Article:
Building Independence: Teaching Your Child When and How to Ask for Help

By Len Lantz, M.D.

It seems wrong until you think it through: To become independent, you must become good at getting help.

This statement doesn’t seem true to many people until they mull it over long enough, but I promise you that learning to request and receive help is an essential ingredient to the self-sufficiency that I’m referring to as independence.

I’m not talking about extremes, such as living the life of a mountain man in a cabin without electricity or subsisting as a survivalist with a bunker stocked with weapons and canned food. From my perspective, independence involves:

+ Level-headedness and self-control

+ Resilience

+ Problem-solving skills and creativity

+ Personal responsibility

+ Effectiveness and success

+ Practicality

+ A broad knowledge base with an understanding of systems

+ Knowing when and how to ask for help

Just labeling yourself an independent person does not make it so. Independent people have developed many skills and characteristics that helped them to become and remain independent. Asking for and receiving help is a critical strategy that helped them get there. Learning how to effectively get help from others is a critical skill for kids to learn.



What are the basics of raising a child? You know, the bare minimum. If you had to list only five things, what would they be? Here are some things that crossed my mind:

1. Feed and clothe your child.

2. Don’t beat or berate them.

3. Make sure they brush their teeth and go to school.

4. Let them know they are loved.

5. Have some fun together.

It’s interesting though that doing those basic things for kids won’t really get them ready to enter the world as an adult. Also, it’s not clear that our school systems will teach kids basic living skills. Kids can go to school and never learn how to:

+ Budget or balance their checking account

+ Set boundaries with unhealthy people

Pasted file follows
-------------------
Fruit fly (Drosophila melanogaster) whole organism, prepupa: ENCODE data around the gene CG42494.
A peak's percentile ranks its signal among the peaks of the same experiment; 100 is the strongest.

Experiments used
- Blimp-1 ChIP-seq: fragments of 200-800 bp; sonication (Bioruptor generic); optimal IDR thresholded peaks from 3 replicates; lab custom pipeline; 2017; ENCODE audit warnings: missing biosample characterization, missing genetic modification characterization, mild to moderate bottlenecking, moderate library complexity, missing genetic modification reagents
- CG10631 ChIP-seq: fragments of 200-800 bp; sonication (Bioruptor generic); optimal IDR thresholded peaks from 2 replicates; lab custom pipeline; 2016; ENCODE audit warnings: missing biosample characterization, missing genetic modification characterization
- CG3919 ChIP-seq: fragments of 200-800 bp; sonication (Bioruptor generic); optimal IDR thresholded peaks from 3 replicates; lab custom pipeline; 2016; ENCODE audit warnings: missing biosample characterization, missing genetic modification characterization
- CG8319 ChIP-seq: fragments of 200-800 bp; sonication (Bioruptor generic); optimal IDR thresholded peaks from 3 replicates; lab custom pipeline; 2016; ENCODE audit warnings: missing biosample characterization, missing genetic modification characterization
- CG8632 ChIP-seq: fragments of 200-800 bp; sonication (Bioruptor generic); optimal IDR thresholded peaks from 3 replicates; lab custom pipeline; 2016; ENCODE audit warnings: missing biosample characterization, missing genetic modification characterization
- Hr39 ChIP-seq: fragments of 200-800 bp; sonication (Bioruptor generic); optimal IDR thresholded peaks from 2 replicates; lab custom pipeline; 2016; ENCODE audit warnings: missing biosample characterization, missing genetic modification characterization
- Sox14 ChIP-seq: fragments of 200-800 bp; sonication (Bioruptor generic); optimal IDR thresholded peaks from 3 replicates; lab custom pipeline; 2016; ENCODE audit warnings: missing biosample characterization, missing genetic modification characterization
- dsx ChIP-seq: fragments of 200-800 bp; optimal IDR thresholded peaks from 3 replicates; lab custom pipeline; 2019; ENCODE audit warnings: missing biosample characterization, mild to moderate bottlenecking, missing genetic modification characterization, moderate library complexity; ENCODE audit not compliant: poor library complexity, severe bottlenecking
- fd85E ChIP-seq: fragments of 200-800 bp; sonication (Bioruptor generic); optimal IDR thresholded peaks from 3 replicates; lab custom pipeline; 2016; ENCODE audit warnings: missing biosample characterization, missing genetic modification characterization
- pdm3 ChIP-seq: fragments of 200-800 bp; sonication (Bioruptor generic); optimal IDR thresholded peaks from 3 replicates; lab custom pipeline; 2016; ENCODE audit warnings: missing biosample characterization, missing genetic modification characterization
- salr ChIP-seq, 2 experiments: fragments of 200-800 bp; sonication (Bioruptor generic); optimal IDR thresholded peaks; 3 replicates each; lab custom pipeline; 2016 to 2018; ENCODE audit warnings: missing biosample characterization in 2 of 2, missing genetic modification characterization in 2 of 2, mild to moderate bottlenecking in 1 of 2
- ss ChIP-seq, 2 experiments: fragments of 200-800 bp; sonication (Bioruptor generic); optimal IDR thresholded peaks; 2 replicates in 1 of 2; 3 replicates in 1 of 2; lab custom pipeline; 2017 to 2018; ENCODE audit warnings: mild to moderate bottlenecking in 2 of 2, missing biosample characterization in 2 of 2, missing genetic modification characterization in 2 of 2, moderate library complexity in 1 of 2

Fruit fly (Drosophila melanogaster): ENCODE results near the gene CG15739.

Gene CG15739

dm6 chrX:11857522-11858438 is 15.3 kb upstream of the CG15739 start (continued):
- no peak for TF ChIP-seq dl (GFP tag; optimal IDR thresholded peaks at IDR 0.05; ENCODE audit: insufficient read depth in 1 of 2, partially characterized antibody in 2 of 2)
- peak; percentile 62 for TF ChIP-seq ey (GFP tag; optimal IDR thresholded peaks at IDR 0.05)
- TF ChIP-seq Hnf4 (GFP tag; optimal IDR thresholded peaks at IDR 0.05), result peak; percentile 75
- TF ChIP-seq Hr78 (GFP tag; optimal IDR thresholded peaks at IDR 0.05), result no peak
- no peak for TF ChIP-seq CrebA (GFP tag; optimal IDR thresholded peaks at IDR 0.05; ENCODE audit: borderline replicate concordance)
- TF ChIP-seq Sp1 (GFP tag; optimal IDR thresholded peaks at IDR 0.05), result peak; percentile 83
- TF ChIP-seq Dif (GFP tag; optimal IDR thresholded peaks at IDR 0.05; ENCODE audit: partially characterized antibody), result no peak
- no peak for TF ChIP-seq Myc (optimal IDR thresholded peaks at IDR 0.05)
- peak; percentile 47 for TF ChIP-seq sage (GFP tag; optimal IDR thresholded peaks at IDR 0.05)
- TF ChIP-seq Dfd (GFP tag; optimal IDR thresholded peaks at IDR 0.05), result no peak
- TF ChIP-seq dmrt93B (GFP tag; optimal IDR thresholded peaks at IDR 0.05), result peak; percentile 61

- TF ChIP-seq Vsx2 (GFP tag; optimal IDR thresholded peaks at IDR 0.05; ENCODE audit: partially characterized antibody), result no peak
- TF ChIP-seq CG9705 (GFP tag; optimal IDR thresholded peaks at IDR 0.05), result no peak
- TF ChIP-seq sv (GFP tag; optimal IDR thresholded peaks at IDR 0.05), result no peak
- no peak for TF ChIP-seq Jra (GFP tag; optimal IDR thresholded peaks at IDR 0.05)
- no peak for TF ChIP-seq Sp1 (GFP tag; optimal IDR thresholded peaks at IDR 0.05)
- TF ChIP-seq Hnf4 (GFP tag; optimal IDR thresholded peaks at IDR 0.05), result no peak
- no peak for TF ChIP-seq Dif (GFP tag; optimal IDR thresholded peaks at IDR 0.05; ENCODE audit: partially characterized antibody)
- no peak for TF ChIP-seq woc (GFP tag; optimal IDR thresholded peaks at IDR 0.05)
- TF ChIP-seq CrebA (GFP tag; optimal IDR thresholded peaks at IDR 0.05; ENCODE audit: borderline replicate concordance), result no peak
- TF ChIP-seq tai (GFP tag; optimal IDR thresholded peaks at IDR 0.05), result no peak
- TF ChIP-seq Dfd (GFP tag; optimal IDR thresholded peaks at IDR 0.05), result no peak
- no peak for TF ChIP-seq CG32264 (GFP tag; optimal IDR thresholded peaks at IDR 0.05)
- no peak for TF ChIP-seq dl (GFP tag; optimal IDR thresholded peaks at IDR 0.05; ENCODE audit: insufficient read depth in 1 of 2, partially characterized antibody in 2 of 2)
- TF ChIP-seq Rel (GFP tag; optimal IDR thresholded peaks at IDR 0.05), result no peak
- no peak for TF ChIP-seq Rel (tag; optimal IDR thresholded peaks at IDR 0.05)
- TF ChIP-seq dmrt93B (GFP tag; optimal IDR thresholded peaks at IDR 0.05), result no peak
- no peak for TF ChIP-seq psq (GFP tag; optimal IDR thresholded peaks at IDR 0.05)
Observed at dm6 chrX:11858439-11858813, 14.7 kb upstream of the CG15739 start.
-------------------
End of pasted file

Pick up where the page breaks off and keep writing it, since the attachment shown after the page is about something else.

+ Present themselves well in a job interview

+ Save and invest money for retirement

Even adults struggle to develop these life skills. People can benefit from books, the internet, and online videos to gain these skills, but often they need more specific help from another person to move beyond the basics. But before you ask for help, you might want to consider a few factors that can affect the experience.



In building independence, I believe people need to adopt a growth mindset. It is incredibly hard to change behavior if you don’t believe that you can. A growth mindset is about adopting attitudes and beliefs about yourself and others that foster help-seeking behavior. It involves convincing yourself that you can become smarter and better at things even if you aren’t right now. The growth mindset fosters a don’t-quit approach to failures and setbacks in life. It means learning from mistakes, revising your plan, and trying again. Working on your own growth mindset is something that you can model for your kids.

We can help our kids to feel empowered to try, fail, and try again. We do not stop growing and learning, no matter how old we are. There is nearly always someone out there—somewhere—who can help. And we can get help from others in the areas where we are struggling. The book Mindset does an excellent job of providing examples of adopting a growth mindset.



Some kids really struggle in adopting a growth mindset and find that challenges, setbacks, and failures stop them in their tracks. There are several reasons why kids are unwilling or afraid to try, but most of them stem from avoidance. Common thoughts and attitudes that drive avoidance and interfere with help-seeking and adopting a growth mindset are:

+ I’ll look like a fool.

Counter-thought: “Smart kids know when to ask for help.”

+ People will make fun of me.

Counter-thought: “Most of the time people are not laughed at for asking for help.”

+ I should know this. I’m supposed to know this.

Counter-thought: “Even if I’m supposed to know this, I sometimes forget. I can decide to remember it forever once I re-learn what I need to know.”

+ I need to be the best.

Counter-thought: “The people who are the best at things have learned from their mistakes and disappointments.”

+ I don’t want to feel stupid.

Counter-thought: “I would rather feel embarrassed by asking for help than feel helpless and frustrated by avoiding help.”

+ I don’t want others to see how stupid and incapable I am.

Counter-thought: “I admire people who know how to ask for help and achieve success because of it.”